In the near future, a weary Logan cares for an ailing Professor X, somewhere on the Mexican border. However, Logan's attempts to hide from the world, and his legacy, are upended when a young mutant arrives, pursued by dark forces.
Thirty years after the events of the first film, a new blade runner, LAPD Officer K (Ryan Gosling), unearths a long-buried secret that has the potential to plunge what's left of society into chaos. K's discovery leads him on a quest to find Rick Deckard (Harrison Ford), a former LAPD blade runner who has been missing for 30 years.Written by
Warner Bros. Pictures
Director Denis Villeneuve experienced immense pressure to do this sequel right, especially when producer Ridley Scott (who also directed the original Blade Runner (1982)) was on set. Scott's presence became nearly unbearable when it was time to direct "Blade Runner" veteran Harrison Ford, so Villeneuve finally asked Scott how he would feel if his favorite director Ingmar Bergman were looking over his shoulder while directing. Scott had a good laugh over it, but understood and left the set. Villeneuve later credited Scott with leaving him alone for most of the shoot, and giving him full freedom to direct the sequel as he pleased, only offering advice when Villeneuve asked for it. See more »
When Luv takes K to the room where the data files are stored, the heavy door jams about half way when opening. She then uses physical strength to open it with her hands (with no apparent effort), but she is wearing elegant shoes with heels on a slippery floor. It would be physically impossible for her to apply enough force on the heavy door to open it without having a good grip on the ground, regardless of her superhuman strength. She would normally slide away when trying.
This being 2049, with advances in technology prompted by decades of litigation and compensation ; we can safely presume that such shoes have a means to "grip" at least artificial floors. That would be a trivial technical problem, compared to other portrayed technology : hover-cars, holograms that can see, instant showers, off-world travel, replicants etc. etc. See more »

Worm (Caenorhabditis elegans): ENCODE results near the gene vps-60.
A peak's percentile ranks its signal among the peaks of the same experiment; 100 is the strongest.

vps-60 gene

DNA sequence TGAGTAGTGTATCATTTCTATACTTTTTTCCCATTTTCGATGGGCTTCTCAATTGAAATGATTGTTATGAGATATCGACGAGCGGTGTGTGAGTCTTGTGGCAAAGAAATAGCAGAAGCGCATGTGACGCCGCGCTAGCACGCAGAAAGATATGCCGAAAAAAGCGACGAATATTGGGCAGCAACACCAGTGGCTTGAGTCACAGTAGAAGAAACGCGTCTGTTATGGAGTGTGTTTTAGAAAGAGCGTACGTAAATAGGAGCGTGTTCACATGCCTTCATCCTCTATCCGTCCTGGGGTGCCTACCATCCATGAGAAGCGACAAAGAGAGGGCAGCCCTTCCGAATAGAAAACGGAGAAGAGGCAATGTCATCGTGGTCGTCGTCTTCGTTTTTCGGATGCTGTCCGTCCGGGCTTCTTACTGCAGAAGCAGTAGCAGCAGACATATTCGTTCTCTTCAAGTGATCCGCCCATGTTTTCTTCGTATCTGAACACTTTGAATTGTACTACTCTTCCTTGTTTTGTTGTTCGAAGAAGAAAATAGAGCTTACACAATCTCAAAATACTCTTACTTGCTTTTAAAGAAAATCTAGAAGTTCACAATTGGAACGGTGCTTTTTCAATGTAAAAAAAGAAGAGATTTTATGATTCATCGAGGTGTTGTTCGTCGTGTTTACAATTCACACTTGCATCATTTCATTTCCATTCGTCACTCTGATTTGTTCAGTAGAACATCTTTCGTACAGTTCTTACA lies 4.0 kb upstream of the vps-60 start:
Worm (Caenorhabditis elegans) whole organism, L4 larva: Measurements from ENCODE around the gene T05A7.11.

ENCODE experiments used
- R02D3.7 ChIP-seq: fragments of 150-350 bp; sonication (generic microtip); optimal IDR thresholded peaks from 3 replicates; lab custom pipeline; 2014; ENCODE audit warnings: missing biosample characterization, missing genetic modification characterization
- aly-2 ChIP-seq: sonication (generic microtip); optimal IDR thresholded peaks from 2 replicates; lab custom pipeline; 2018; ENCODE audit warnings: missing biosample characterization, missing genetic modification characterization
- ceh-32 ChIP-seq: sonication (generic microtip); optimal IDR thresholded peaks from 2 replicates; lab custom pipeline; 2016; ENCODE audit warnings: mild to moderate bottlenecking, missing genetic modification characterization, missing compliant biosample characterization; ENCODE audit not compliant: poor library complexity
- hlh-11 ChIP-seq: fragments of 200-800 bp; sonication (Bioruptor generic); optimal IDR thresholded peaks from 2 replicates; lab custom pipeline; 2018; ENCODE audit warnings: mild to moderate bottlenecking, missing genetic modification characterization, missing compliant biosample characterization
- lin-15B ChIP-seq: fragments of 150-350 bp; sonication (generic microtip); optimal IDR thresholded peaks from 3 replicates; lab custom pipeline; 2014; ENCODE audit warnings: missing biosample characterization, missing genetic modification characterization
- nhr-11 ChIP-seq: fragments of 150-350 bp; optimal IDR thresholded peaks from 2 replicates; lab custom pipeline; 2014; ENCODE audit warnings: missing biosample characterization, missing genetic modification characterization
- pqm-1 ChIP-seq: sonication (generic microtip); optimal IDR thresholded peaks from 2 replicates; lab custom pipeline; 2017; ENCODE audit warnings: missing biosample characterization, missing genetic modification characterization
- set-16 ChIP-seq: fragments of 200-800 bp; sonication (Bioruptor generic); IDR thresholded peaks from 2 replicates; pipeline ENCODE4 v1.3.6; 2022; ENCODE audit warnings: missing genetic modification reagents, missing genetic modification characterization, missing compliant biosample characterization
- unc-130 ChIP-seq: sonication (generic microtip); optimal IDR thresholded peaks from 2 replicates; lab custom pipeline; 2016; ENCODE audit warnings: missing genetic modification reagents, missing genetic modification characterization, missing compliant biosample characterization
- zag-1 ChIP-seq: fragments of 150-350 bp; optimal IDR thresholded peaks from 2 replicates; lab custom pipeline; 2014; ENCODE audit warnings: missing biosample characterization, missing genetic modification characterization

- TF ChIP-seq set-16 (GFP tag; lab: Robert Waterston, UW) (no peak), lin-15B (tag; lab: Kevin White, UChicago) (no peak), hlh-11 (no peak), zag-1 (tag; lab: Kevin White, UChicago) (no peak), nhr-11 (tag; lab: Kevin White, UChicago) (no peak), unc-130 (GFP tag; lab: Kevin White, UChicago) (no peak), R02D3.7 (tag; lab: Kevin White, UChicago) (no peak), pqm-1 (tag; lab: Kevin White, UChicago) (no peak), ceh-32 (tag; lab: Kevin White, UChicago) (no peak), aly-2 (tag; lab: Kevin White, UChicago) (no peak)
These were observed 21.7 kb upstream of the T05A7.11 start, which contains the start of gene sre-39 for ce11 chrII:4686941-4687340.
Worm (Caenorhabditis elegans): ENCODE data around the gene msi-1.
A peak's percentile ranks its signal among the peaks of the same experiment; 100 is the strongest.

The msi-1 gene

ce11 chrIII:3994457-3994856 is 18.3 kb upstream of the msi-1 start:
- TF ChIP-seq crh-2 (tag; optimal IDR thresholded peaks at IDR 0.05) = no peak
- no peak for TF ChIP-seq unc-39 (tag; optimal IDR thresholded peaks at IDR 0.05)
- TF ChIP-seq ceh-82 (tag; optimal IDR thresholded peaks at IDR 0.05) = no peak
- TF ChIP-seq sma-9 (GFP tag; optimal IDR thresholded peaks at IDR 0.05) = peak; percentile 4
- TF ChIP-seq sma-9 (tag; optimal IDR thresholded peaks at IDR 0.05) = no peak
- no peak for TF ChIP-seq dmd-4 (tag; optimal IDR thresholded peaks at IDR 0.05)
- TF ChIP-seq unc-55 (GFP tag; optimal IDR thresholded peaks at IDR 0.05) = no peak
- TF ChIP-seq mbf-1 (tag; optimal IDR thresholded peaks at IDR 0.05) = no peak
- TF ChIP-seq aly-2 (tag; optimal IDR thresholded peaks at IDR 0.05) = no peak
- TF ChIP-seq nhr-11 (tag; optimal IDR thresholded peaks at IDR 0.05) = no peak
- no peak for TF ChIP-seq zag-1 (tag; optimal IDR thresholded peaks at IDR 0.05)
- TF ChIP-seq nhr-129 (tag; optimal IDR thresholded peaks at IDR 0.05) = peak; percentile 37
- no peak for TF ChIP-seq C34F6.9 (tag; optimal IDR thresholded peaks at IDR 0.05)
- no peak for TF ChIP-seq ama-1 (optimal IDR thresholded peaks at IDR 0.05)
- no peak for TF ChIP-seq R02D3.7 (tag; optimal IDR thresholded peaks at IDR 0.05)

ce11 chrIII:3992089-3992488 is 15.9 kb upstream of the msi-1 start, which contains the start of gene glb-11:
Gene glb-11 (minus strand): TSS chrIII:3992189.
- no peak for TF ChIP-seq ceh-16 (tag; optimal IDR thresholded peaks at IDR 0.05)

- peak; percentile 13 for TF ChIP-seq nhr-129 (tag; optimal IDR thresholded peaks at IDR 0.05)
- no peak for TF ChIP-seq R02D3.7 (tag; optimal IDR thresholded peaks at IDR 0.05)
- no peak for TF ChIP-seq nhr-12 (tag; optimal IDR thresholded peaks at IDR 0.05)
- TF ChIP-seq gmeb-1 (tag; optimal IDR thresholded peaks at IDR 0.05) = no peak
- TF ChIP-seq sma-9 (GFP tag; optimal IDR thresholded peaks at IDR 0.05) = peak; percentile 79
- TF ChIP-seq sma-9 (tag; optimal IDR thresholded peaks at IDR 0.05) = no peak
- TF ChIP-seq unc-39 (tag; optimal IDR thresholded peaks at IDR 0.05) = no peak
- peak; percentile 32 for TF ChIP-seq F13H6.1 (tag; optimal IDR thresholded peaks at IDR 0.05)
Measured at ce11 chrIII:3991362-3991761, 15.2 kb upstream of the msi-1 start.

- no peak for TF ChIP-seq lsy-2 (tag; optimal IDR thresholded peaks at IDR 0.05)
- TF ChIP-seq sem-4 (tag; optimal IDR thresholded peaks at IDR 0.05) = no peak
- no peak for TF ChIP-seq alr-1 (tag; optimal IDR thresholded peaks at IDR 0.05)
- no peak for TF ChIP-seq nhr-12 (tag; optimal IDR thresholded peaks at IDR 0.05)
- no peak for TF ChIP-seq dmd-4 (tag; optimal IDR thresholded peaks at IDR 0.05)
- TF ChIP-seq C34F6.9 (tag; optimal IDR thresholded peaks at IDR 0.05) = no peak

I hope you don't mind me taking the liberty. I was careful not to drag in... any dirt.
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The IMAX intro for the film features the statement "Can't Outrun the Truth" and a trip through 2049 Los Angeles. See more »
The IMAX print viewed by Turkish film critics at the movie's press screening in two days advance of its Turkish theatrical release censors nudity by digital zooming. Since the movie had not yet been classified by Turkish censors at the time of the press screening, this intervention appears to have been carried out by Sony Pictures for the Turkish market, as well as for some non-Western markets in general. See more »
Like a junkie that just can't stop himself from reaching for the heroin Hollywood executives (all hacks) just.cannot.stop.themselves.from.reaching.for.the.sequel.bottle.
It is quite pathetic and not only a waste of time for the audience, but also occasionally ruins its legendary prequel. Such is the case here. Blade Runner was a fantastic story, based on source material from an accomplished author and mainly designed by a bona fide futurologist who worked on the set extensively. It was original, engrossing, moody, thoughtful and full of action. The new one? Well, let me tell you if it weren't for thin shapely legs on a hologram I would not even give it a 4.
Let's see if this is the year's worst sequel or the coming Star Wars (not that I plan on being a douche and watching that).
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